Does Sickness Justify Assisted Suicide?

Does Sickness Justify Assisted Suicide?

“So do not fear, for I am with you; do not be dismayed, for I am your God. I will strengthen you and help you; I will uphold you with my righteous right hand” (Isaiah 41:10 NIV).

With assisted suicide becoming legal in more countries, people with disabilities or diseases are faced with the choice of whether or not to die with dignity. Dying with dignity is when someone who is faced with a terminal illness decides to control their death. Although someone might have a terminal disease, they should not resort to assisted suicide. When people are under stress they don’t make good decisions; it doesn’t allow them to see what their future holds, and it doesn’t give God a chance to work in their life.

When people are very stressed, they don’t make the best decisions for themselves. Although someone might be able to get another person to help them make a decision, that person often seeks advice from others and can be swayed by emotions. Dealing with sickness and disease is a heavy burden to bear. As humans, we are naturally inclined to take the easy way out. Choosing to end a life instead of nurturing it could seem to be an easy alternative. When people under stress are making a difficult decision, they may pay more attention to the upsides of the alternatives and less to the downsides (Mather, 2012).

If someone chooses assisted suicide, they won’t ever know what their future could hold. Jeanette Hall was suffering from cancer and was going to use assisted suicide but her doctor wouldn’t prescribe the pills. The doctor, in his final effort, said to her, “Wouldn’t you like to see your son graduate? Wouldn’t you like to see him get married?” That kept Hall from choosing assisted suicide. “Fifteen years later, Hall is now cured of cancer and celebrating her 70th birthday with her son” (Harkness, 2015). Our future is made from a plan by God. People who choose assisted suicide forfeit their chance to see God’s plan and essentially are saying that God’s plan is not enough. Although death is something we all will face, it is in God’s plan for when that will occur.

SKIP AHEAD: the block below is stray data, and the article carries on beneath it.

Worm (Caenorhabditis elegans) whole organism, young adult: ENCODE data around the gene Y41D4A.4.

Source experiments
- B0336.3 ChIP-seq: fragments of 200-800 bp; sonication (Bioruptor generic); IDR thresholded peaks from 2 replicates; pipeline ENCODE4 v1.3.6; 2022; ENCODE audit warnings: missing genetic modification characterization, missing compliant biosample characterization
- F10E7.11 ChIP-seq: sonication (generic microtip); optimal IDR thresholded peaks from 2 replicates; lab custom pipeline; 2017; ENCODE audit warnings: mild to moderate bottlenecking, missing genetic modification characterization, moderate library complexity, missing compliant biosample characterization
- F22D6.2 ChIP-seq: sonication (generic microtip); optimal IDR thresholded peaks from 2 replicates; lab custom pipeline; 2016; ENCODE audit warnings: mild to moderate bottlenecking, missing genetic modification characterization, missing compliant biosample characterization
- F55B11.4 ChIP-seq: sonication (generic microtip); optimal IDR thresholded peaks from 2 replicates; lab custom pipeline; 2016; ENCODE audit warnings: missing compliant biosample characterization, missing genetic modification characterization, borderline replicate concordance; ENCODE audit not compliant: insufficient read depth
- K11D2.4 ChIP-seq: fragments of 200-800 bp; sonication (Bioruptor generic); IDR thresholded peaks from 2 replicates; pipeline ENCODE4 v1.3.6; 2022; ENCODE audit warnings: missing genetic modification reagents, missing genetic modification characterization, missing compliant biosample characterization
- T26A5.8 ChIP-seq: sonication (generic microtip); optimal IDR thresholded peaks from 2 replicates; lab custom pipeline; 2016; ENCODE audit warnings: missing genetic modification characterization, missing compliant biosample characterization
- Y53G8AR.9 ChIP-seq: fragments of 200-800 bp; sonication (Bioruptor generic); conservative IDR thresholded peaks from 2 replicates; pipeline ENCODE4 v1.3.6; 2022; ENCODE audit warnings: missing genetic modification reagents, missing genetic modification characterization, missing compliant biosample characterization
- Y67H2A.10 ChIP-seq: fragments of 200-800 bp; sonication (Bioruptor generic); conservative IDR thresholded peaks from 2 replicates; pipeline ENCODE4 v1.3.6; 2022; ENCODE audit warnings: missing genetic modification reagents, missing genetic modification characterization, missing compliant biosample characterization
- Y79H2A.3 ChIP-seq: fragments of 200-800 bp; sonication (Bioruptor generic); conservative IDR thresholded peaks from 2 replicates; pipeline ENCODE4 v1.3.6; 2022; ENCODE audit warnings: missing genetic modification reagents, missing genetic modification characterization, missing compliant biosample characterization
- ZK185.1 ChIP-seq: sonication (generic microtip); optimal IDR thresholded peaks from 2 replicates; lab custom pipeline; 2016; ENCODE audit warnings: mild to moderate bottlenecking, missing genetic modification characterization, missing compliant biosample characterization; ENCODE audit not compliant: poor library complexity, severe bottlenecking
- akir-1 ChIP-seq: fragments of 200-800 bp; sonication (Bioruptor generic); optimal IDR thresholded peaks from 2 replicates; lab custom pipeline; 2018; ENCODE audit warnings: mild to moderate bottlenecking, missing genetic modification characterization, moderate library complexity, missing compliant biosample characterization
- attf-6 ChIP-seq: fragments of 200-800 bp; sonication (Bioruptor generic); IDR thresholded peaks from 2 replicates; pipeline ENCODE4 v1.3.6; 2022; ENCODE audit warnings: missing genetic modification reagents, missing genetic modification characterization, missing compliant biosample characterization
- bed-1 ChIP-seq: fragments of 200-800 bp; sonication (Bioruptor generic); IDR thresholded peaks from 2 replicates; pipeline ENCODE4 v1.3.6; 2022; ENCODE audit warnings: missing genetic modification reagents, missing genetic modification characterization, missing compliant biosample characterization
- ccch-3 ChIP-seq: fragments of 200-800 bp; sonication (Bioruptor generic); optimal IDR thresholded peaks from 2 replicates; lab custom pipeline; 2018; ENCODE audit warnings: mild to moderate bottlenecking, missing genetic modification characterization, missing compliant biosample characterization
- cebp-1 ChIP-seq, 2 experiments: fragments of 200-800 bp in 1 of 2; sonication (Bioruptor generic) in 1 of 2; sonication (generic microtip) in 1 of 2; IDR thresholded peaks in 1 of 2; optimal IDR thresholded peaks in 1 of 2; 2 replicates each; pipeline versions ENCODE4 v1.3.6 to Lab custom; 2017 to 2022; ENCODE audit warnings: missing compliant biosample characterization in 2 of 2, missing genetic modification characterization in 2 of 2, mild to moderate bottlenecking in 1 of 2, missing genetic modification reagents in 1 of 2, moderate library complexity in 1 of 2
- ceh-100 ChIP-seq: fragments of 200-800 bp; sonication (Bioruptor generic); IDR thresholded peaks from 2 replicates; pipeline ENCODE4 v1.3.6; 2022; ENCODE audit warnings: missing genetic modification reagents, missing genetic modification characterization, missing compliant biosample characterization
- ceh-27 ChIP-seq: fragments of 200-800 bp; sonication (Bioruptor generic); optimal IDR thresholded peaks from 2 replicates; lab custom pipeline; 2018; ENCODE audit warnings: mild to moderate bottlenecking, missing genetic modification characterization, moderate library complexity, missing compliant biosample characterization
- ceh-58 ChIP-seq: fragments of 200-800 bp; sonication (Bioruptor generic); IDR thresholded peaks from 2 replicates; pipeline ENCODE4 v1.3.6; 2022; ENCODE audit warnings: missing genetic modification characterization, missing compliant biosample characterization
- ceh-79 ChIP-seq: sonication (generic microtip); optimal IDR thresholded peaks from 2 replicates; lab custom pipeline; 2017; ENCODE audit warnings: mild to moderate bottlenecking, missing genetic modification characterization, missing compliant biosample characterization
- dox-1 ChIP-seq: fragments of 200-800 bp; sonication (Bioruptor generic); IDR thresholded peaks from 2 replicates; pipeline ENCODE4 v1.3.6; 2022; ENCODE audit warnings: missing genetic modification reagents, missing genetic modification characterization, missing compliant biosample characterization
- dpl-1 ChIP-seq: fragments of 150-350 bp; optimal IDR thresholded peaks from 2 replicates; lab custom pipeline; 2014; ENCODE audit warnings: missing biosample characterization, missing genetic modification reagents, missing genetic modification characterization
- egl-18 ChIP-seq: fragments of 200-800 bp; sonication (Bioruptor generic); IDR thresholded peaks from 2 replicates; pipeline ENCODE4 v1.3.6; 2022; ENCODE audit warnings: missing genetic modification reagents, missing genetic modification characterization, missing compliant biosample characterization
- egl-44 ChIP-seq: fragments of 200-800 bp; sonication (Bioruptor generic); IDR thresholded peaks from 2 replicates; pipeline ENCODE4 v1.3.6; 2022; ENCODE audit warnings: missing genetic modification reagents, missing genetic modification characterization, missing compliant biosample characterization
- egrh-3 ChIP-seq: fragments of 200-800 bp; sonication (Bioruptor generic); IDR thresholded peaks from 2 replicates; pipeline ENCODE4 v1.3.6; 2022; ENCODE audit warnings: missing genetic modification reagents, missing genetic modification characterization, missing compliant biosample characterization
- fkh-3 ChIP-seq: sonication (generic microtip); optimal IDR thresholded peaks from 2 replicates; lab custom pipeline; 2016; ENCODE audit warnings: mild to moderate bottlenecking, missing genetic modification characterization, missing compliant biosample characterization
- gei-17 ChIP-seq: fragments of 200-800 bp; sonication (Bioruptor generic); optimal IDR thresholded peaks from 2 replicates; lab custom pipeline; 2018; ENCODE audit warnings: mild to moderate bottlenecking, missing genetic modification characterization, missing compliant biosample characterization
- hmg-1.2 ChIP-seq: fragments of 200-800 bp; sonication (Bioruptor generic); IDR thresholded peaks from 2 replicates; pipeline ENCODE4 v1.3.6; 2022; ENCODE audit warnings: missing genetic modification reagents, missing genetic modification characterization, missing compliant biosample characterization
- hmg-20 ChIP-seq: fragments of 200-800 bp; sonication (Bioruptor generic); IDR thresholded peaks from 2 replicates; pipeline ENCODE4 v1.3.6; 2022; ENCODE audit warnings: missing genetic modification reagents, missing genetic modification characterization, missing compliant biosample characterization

If you choose assisted suicide, God’s work can’t be done. A couple of years ago, my dad was diagnosed with frontotemporal lobe dementia and we never looked at assisted suicide as an option. There has been a lot of pain and hard times, but we have met many people whom God has put into our lives who are loving and caring towards us. We would never have known them otherwise. God can work in anyone’s life and you just have to believe that He can do anything. My life has not been easy since my dad’s diagnosis, but there has never been a time that I thought assisted suicide would be a solution.

People should not resort to assisted suicide because, when someone is stressed, they don’t make the best decisions. Assisted suicide doesn’t allow the person to see what might happen during the rest of one’s life and it doesn’t give God a chance to work within your life. God will strengthen us and will be with us. It is our job to trust in His plan and live our lives praising Him. Assisted suicide is not the answer because God has a plan for everyone.

Bibliography:

Harkness, Kelsey. “Assisted Suicide: How One Woman Chose to Die, Then Survived.” The Daily Signal. 18 May 2015. Web. 12 Mar 2018.

Mather, Mara. “Stress Changes How People Make Decisions.” Psychological Science. 27 Feb 2012. Web. 11 Mar 2018.

Rasmussen, Norm. “Do I Really Want to Commit Suicide?” Precious Testimonies. Web. 11 Mar 2018.

This essay, written by a middle school student, won first place in the 2018 Life Issues Contest. Submissions are now being accepted for the 2019 contest. Students may submit an essay or artistic project about life issues. For more information, click here. 

Photo (c) AntonioGuillem/iStock

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